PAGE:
At five o’clock everybody was summoned again to the rendezvous for a ceremony preliminary to departure: the class found itself in a large circle, standing, and sang “The Star Spangled Banner.” Ordinarily, on such an open-air and out-of-school occasion, Ramsey would have joined the chorus uproariously with the utmost blatancy of which his vocal apparatus was capable; and most of the other boys expressed their humour by drowning out the serious efforts of the girls; but he sang feebly, not much more than humming through his teeth. Standing beside Milla, he was incapable of his former inelegancies and his voice was in a semi-paralyzed condition, like the rest of him.
Opposite him, across the circle, Dora Yocum stood a little in advance of those near her, for of course she led the singing. Her clear and earnest voice was distinguishable from all others, and though she did not glance toward Ramsey he had a queer feeling that she was assuming more superiority than ever, and that she was icily scornful of him and Milla. The old resentment rose—he’d “show” that girl yet, some day!
When the song was over, cheers were given for the class, “the good ole class of Nineteen Fourteen,” the school, the teachers, and for the picnic, thus officially concluded; and then the picnickers, carrying their baskets and faded wild flowers and other souvenirs and burdens, moved toward the big “express wagons” which were to take them back into the town. Ramsey got his guitar case, and turned to Milla.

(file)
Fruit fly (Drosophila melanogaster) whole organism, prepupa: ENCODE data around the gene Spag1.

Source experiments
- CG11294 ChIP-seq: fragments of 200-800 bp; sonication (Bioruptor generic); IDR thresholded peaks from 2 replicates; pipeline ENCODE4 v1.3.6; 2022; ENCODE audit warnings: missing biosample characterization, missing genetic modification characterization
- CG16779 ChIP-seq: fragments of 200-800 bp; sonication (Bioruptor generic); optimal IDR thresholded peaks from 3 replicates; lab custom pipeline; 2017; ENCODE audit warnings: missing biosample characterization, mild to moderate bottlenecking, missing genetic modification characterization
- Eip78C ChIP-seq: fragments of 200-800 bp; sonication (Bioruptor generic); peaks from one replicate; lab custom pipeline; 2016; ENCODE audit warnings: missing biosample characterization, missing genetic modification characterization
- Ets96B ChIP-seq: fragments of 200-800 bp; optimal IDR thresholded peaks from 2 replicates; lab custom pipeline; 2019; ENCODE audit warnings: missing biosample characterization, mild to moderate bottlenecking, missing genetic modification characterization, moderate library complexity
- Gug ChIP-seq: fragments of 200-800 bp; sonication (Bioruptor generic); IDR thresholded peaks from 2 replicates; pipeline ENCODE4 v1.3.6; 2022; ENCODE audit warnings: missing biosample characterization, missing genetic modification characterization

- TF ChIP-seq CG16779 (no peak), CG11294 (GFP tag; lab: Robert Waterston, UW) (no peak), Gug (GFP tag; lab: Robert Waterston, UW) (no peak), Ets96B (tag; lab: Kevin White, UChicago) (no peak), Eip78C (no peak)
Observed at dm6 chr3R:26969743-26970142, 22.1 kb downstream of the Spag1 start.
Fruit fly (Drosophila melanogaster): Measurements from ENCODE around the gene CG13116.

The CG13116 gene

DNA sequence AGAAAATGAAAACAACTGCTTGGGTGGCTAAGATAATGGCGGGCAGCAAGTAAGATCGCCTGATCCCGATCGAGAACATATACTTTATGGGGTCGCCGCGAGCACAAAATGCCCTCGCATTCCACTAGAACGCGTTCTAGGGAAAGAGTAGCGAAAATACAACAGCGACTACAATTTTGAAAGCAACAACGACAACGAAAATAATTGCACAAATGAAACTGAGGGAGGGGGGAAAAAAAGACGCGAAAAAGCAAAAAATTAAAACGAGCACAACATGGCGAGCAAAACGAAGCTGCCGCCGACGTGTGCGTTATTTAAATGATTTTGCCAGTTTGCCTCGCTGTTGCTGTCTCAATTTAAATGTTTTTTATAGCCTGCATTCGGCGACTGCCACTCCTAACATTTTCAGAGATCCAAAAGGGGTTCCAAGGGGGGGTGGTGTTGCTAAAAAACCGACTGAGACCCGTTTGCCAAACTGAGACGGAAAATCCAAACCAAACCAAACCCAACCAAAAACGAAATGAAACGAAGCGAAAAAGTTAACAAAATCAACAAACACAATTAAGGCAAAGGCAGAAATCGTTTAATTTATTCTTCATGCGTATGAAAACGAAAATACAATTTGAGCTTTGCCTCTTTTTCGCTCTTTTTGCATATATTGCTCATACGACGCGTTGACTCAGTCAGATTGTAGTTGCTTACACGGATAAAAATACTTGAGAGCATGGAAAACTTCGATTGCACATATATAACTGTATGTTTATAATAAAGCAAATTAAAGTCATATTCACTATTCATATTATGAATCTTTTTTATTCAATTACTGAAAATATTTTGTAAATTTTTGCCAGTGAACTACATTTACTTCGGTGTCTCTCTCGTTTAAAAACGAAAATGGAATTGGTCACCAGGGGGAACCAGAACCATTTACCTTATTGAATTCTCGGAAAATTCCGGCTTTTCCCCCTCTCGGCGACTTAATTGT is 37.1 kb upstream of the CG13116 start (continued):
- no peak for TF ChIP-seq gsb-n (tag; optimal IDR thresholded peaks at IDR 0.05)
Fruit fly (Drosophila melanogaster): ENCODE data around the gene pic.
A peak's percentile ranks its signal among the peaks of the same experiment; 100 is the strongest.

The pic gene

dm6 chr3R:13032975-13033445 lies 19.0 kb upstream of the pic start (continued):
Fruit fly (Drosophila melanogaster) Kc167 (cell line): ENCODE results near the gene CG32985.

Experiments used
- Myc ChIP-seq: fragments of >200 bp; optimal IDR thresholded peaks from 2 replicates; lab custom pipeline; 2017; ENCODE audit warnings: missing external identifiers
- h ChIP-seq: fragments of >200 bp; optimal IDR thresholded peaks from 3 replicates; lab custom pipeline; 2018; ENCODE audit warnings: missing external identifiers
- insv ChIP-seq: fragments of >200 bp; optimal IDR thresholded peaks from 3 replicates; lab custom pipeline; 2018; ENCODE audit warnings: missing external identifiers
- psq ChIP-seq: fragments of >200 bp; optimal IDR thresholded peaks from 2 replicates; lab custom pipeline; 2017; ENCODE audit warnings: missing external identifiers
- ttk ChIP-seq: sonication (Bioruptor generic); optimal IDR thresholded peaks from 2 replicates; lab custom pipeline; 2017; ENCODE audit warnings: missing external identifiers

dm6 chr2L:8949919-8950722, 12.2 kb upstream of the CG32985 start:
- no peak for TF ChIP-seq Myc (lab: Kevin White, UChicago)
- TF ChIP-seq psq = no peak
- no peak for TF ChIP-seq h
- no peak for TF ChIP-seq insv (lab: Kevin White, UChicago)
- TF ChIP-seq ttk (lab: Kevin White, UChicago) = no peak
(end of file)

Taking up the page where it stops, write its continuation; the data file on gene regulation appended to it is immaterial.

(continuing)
“Well—” he said.
“Well what, Ramsey?”
“Why, no,” said Milla. “Anyways not yet. You can go back in the same wagon with me. It’s going to stop at the school and let us out there, and then you could walk home with me if you felt like it. You could come all the way to our gate with me, I expect, unless you’d be late home for your supper.”
“Well—well, I’d be perfectly willing,” Ramsey said. “Only I heard we all had to go back in whatever wagon we came out in, and I didn’t come in the same wagon with you, so—”
Milla laughed and leaned toward him a little. “I already ’tended to that,” she said confidentially. “I asked Johnnie Fiske, that came out in my wagon, to go back in yours, so that makes room for you.”
“Well—then I guess I could do it.” He moved toward the wagon with her. “I expect it don’t make much difference one way or the other.”
“And you can carry my basket if you want to,” she said, adding solicitously, “Unless it’s too heavy when you already got your guitar case to carry, Ramsey.”
This thoughtfulness of hers almost overcame him; she seemed divine. He gulped, and emotion made him even pinker than he had been under the mayonnaise.
“I—I’ll be glad to carry the basket, too,” he faltered. “It-it don’t weigh anything much.”
“Well, let’s hurry, so’s we can get places together.”